Mediterranean, African and South Asian areas are more affected by beta-thalassemia. Approximately, Eastern Mediterranean, Europe, Western Pacific, Sub-Saharan Africa, Southeast Asia and America's people are affected by a gene mutation at 2-18, 0-19, 0-13, 0-12, 0-11 and 0-3%, respectively (22,23). Rabbani in his review has pointed that, in beta globin gene there are more than 800 described variants worldwide which can result in beta thalassemia (24,25). In Sardinia (11-34%), Sicily (10%), Greece (5-15%), and Iran (4-10%), HBB mutations are seen frequently (26-30). In Iran, most common beta-thal mutations reported are IVS II-1 and IVS I-5 (31).
Alpha thalassemia is a common single-gene disorder throughout parts of the world where malaria is endemic. Multiple studies have suggested that the presence of both single and double alpha-globin gene deletions has a protective effect against malaria (32,33). The allele frequencies of alpha thalassemia in the Mediterranean basin, portions of West Africa and in parts of Saudi Arabia, India, Thailand, Papua New Guinea, and Melanesia are 5-10, 20-30, and 60-80%, respectively. The frequency of heterozygote carrier status among the Chinese population has been reported to range from 5 to 15%. The frequency of alpha thalassemia is lower than 0.01% in Great Britain, Iceland, and Japan (34-36).
Although [beta]-thalassemia results from reduced [beta] hemoglobin synthesis, the amounts of free [alpha]-globin chains can be an important genetic modifier contributing to variation in hematological and clinical phenotypes in patients. The variability in clinical severity of [beta]-thalassemia has been attributed to environmental and genetic factors, including [alpha]-triplication, [alpha]-deletion and Hereditary Persistence of Fetal Hemoglobin (HPFH), HFE variants and some other unknown mutations (1).
The alpha2 gene transcription amounts are two to three times more than alpha 1 gene transcription in alpha gene cluster. So this different expression could result in hemoglobin variant in deletional and nondeletional forms of alpha-thalassemia (37). Alpha-thalassemia based on nondeletion defects happens in low frequencies. Point mutation or oligonucleotide deletions/insertions for alpha globin gene expression could be critical. The most common nondeletional are the T[right arrow]C initiation codon mutation, the -5nt alpha and -IVS1 deletion in Mediterranean and also polyadenylation site mutations in Mediterranean and Middle East populations, Hb Constant Spring and other resemblance elongated variants in Mediterranean, middle East Asia, and Southeast Asia (38). MRNA product of these changes, because of disruption of the untranslated region seems as a reason of product reduction of Hb (39). Also, some mutations of alpha genes could produce hyper unstable globin variants that are unable to form stable tetramers. Harteveld et al have recently reported a complete nondeletional alpha-thalassemia mutation list (40).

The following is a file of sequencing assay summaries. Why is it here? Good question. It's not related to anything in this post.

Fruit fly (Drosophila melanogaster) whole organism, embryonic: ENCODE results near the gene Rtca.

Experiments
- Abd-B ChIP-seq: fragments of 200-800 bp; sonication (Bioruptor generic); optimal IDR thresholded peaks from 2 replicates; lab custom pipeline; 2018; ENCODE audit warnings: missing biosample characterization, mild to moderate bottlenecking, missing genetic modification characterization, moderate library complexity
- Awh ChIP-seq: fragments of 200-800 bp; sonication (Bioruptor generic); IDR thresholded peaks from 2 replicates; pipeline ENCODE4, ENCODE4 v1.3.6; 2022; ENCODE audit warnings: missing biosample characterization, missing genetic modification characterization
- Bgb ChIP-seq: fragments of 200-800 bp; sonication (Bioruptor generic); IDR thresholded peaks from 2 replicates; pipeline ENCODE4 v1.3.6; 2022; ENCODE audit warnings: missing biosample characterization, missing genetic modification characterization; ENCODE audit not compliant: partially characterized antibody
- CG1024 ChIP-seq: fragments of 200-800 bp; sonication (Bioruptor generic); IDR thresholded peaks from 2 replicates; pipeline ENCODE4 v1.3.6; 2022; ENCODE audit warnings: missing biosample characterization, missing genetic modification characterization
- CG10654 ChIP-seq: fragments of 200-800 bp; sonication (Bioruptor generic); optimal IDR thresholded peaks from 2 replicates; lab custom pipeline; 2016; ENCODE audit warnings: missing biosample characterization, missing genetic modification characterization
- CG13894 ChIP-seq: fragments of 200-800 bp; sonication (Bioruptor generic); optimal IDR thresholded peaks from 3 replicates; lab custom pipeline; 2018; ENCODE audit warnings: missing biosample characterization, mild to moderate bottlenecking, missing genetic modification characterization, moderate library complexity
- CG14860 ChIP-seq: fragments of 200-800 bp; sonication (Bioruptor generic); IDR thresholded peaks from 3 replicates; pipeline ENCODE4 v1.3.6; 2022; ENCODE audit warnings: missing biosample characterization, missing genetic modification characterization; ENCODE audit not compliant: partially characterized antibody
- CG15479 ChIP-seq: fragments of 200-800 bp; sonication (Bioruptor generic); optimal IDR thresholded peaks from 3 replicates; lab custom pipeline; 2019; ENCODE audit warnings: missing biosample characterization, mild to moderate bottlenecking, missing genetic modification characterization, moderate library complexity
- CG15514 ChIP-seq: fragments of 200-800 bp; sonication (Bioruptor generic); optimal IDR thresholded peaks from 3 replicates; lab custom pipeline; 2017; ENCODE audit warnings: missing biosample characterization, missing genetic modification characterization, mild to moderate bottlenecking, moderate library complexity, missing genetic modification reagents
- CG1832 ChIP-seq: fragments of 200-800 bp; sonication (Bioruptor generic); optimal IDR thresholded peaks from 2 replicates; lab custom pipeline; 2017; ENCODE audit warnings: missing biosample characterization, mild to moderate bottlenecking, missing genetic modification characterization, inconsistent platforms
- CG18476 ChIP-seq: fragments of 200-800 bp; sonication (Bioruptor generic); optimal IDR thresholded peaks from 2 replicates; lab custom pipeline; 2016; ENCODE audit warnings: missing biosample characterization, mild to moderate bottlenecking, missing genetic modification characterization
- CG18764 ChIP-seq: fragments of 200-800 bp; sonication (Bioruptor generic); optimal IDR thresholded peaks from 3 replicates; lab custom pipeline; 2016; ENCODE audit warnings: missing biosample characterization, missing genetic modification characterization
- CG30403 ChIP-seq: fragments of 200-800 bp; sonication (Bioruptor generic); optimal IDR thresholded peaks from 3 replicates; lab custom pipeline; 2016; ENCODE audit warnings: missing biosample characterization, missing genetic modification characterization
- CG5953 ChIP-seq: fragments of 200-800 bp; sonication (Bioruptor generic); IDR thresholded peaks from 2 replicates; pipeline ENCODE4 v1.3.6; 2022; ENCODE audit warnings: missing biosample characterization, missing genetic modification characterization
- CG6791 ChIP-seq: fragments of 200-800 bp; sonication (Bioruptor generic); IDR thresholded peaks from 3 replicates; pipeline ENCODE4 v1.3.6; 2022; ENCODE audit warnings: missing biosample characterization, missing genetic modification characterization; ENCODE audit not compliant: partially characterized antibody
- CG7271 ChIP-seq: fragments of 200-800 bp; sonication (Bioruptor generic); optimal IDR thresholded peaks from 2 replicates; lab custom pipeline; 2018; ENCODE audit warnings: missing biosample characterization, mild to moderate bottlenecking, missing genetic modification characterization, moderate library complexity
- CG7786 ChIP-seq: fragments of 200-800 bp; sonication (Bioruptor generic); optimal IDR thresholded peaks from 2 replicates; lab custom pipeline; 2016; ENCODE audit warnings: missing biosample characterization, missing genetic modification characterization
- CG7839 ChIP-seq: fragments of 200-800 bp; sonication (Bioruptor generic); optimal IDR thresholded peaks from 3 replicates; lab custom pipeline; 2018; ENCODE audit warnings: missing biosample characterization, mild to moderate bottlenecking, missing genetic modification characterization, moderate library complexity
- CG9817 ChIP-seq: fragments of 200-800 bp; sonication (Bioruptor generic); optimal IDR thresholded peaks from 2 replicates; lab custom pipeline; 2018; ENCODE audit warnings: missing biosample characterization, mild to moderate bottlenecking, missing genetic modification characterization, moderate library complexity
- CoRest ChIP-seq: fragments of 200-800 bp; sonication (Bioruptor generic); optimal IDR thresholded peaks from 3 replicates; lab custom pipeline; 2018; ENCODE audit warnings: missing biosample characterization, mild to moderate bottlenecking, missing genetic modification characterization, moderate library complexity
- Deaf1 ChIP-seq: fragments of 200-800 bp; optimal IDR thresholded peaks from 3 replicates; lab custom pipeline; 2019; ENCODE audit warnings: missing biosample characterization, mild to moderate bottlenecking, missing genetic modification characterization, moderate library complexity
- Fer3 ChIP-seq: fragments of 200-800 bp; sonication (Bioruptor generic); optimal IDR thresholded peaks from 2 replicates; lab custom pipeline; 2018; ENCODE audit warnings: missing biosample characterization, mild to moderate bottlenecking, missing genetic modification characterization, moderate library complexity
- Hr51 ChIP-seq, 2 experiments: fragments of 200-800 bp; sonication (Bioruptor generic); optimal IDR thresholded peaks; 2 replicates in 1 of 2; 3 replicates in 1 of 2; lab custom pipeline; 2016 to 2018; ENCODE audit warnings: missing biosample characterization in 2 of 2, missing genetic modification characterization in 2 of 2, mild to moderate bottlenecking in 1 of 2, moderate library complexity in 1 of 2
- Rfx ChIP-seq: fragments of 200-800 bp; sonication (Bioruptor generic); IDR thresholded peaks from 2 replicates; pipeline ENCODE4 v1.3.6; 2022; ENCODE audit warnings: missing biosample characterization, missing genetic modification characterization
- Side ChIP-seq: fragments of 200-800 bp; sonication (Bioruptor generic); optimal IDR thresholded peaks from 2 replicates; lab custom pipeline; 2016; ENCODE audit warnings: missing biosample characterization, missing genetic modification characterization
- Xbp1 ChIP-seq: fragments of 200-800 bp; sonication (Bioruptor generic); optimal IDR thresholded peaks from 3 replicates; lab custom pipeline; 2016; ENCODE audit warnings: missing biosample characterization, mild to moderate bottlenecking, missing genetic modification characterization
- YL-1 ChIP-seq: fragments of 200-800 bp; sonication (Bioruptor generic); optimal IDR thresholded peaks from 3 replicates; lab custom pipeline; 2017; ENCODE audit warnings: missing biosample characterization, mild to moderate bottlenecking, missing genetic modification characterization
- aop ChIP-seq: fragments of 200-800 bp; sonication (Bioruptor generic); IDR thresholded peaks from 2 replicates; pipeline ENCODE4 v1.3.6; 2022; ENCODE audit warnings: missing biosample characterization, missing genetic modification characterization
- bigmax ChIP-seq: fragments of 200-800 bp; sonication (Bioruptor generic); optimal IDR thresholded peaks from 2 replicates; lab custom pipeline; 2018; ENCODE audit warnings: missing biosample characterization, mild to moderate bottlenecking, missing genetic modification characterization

In our study, the common [alpha]-giobin gene cluster deletions (-[alpha]3.7, -[alpha]4.2,--MED and -[alpha]20.5) were investigated and -[alpha]20.5 deletion was not seen in our cases, while -[alpha]20.5 deletion was estimated to be about 13.6% in Qazvin province, 1.9 % in Gilan province and 1.5% in Mazandaran province (41-43). Also, in Khuzestan province -[alpha]20.5 deletion has not been detected (44). These results show that samples had Hb Al> 90%. Therefore, because of alpha mutation low occurrences and our limitation for more investigation, the main focus was on alpha common deletions.
As shown in table 1, comparing means of individuals with alpha deletion in beta-thai carriers, alpha deletion can modify mean of indices in beta thalassemia carriers slightly. Means of Hb and MCV alteration were significant and in none of our samples, MCV was more than 80 fl. In MCH category, while our sample size was two times bigger but MCH mean increase in alpha-beta group was not significant. Our sample size for HbA2 and RBC indices was statically small but as seen in table 1, our results had very small differences.
It seems that our investigation results are different from other studies in the same field. It should be noted that in some of the reported studies, comparing is performed between alpha-beta thalassemia with normal cases or in more than two groups but our emphasis was comparison between beta thalassemia carriers with alpha- beta thalassemia carriers in hematology indices so increasing amounts occur in very small scales (8,45).